The Connaught

You may have noticed the Connaught a little more since 2011, when ‘Silence’, the steamy fountain by Japanese ‘architect philosopher’ Tadao Ando, was installed outside the entrance. But actually the hotel doesn’t want to be noticed. It prides itself on guaranteeing famous guests their privacy. Eric Clapton added his own layer of protection by checking in as ‘Mr W.B. Albion’ (he’s a West Brom fan). Alec Guinness valued its discretion, and was annoyed when Jack Nicholson’s stay during the filming of Batman attracted the paparazzi. The hotel in turn had its own issues with Jack and his entourage. As the star put it to a friend: ‘They have a shit fit

Cabbages and kings

The first pastry cook Chaïm Soutine painted came out like a collapsed soufflé. The sitter for ‘The Pastry Cook’ (c.1919) was Rémy Zocchetto, a 17-year-old apprentice at the Garetta Hotel in Céret in southern France. He is deflated, lopsided, slouch-shouldered, in a chef’s jacket several sizes too big for him. His hat is askew, his body a scramble of egg-white paint. Soutine painted at least six cooks in their kitchen livery. In their chef’s whites they look like meringues that have not set (‘Pastry Cook of Cagnes’, 1922), îles flottantes that do not float (‘Cook of Cagnes’, c.1924), and, in the case of the ‘Little Pastry Cook’ (c.1921) from the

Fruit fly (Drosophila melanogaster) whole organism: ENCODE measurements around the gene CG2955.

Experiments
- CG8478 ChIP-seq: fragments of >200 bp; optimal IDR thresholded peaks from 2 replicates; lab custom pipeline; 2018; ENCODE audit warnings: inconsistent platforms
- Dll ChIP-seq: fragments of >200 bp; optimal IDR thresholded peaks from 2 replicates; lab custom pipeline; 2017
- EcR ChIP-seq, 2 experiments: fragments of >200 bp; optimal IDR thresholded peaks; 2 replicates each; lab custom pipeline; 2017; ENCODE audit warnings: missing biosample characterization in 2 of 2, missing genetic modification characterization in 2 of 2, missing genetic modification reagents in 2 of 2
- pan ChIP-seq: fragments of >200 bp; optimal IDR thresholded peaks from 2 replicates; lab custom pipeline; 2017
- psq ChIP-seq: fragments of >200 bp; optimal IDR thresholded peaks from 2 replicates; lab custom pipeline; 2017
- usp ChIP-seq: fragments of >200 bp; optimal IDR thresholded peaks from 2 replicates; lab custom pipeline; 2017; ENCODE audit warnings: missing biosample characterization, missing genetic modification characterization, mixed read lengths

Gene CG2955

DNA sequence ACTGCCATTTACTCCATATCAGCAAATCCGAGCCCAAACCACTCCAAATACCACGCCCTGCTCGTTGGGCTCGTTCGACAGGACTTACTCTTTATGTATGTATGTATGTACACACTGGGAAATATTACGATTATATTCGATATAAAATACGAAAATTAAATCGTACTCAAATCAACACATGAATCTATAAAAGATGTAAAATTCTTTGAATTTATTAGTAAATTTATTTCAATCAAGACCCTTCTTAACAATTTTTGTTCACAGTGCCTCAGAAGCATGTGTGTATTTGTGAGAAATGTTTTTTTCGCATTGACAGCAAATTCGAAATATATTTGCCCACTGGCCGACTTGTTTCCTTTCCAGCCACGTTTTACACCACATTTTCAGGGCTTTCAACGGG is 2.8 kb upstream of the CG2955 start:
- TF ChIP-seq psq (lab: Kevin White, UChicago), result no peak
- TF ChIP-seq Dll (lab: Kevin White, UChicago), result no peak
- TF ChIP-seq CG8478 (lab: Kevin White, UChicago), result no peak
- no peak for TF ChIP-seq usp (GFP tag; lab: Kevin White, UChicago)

Traveller’s Notebook

I was drinking in the bar of Manhattan’s Nomad Hotel when in snuck The Most Seen Human Ever To Have Lived. This is an old puzzle: who is the most ‘observed in the flesh’ individual in history? Since we’re discounting depictions (paintings, photographs, films), it has to be someone alive in the jet age with a sustained international career and multi-generational appeal. John Paul II — who visited 129 countries — is a contender as, to a lesser extent, are Billy Graham, the Queen, Hitler, Stalin and Mao. But, for my money, there’s only one candidate: someone who’s still zigzagging the globe after five decades, appearing regularly in front of